I would follow my daddy
Most everywhere he goes.

And I asked the conductor,
"Let me ride the blinds."
I asked the conductor,
"Let me ride your blinds."
He said, "Buy you a ticket,
This garbage (?) train ain't mine."

Oh, I hate the train
That take my man away.
I hate the train
That take my man away.
But the same train carry him
Gonna bring him back someday.


"Bob Lee Junior Blues" is the third song in a row to feature a female voice. It is a typical lament of lost love, featuring a couple if curiosities. The first is the title, which clearly comes from the line, "I wish my man could holler/Like Bob Lee Junior does." The question is, who is Bob Lee Junior? That the speaker wishes that her man could "holler" like him, suggests that Bob Lee Junior was a vocalist of some kind. Was he somebody who was popular in Memphis during the '20s? Or is the lyric a holdover from some earlier time and place?

The second curiosity is the interpolation of the song "Careless Love" following the last verse. Nowadays, we'd call this a "sample." Back then, it was called a "quote" or a "snatch." Its use here is interesting, since it clearly comments on the action of the song.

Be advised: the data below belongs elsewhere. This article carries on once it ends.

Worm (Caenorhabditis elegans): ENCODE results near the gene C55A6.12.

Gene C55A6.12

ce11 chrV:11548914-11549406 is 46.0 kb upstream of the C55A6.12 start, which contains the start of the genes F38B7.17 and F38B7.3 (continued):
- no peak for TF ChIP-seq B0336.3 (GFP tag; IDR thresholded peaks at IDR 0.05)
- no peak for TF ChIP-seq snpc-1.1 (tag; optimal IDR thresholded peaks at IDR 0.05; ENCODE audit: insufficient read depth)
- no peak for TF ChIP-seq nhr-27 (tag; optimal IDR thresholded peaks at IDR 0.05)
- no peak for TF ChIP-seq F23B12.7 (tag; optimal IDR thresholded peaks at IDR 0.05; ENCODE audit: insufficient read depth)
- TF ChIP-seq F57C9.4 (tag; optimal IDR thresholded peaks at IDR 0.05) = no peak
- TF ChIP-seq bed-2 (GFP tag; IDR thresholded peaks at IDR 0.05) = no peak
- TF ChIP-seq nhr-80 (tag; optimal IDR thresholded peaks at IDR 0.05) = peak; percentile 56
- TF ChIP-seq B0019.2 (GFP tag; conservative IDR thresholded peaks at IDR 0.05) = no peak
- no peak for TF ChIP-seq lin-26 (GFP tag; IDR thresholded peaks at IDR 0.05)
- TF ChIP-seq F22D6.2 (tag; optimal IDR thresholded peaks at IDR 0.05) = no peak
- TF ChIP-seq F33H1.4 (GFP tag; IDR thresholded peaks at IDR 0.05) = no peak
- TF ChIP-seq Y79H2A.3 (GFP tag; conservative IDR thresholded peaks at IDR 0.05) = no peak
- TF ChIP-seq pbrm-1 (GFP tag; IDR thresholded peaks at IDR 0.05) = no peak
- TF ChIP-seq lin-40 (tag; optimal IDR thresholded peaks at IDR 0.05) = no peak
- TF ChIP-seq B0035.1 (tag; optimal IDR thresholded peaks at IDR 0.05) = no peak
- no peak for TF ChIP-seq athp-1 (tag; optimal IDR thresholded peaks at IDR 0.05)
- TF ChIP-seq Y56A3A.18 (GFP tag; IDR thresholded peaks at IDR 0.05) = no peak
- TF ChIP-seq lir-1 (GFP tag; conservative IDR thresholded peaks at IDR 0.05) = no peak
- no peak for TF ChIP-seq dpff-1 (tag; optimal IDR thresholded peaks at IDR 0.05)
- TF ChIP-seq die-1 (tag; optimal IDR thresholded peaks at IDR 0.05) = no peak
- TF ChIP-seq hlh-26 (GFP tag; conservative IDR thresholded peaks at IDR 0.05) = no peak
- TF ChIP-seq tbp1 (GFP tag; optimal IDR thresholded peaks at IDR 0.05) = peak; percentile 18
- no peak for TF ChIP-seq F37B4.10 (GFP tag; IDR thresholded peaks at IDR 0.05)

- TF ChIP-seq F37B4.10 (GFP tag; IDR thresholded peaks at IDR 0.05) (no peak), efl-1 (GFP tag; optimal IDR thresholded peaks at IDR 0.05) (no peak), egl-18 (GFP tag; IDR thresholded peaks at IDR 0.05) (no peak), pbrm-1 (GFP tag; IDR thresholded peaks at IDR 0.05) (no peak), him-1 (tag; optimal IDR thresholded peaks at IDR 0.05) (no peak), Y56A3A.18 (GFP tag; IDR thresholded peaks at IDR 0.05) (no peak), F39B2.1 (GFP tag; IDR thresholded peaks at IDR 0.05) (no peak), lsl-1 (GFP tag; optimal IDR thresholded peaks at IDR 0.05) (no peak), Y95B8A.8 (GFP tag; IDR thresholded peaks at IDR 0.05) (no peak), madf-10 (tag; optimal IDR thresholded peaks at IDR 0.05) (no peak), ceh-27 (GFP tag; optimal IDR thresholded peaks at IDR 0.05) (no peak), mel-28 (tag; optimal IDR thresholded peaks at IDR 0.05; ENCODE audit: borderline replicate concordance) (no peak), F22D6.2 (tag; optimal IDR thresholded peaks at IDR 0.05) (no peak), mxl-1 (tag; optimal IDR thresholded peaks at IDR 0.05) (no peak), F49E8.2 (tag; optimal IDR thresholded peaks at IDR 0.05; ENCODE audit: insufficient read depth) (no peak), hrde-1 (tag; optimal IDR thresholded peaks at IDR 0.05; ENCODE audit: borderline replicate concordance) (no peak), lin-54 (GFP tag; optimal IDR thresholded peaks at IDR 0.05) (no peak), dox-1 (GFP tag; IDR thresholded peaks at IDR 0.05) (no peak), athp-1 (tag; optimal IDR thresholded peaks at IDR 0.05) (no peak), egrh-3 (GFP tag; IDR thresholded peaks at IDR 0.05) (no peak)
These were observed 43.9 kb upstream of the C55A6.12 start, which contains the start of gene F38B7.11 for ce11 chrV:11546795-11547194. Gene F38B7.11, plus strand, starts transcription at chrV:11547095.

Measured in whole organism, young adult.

"Careless Love" is a traditional song of unknown origin. Like most traditional songs, the lyrics vary from version to version, but they usually deal with heartache and lost love, and sometimes with revenge. One fairly typical verse is as follows:

Love, oh love, oh careless love,
You fly to my head like wine,
You've ruined the life of many a poor girl,
and you nearly wrecked this life of mine.


"Careless Love" has been recorded numerous times, including version by Bob Dylan, Elvis Presley, Louis Armstrong, Johnny Cash, Ray Charles, and Harry Connick, Jr. W.C. Handy appropriated the melody for his "Loveless Love."

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Here's a version of "Careless Love" performed by Odetta on the Woodsongs Old-Time Radio Hour.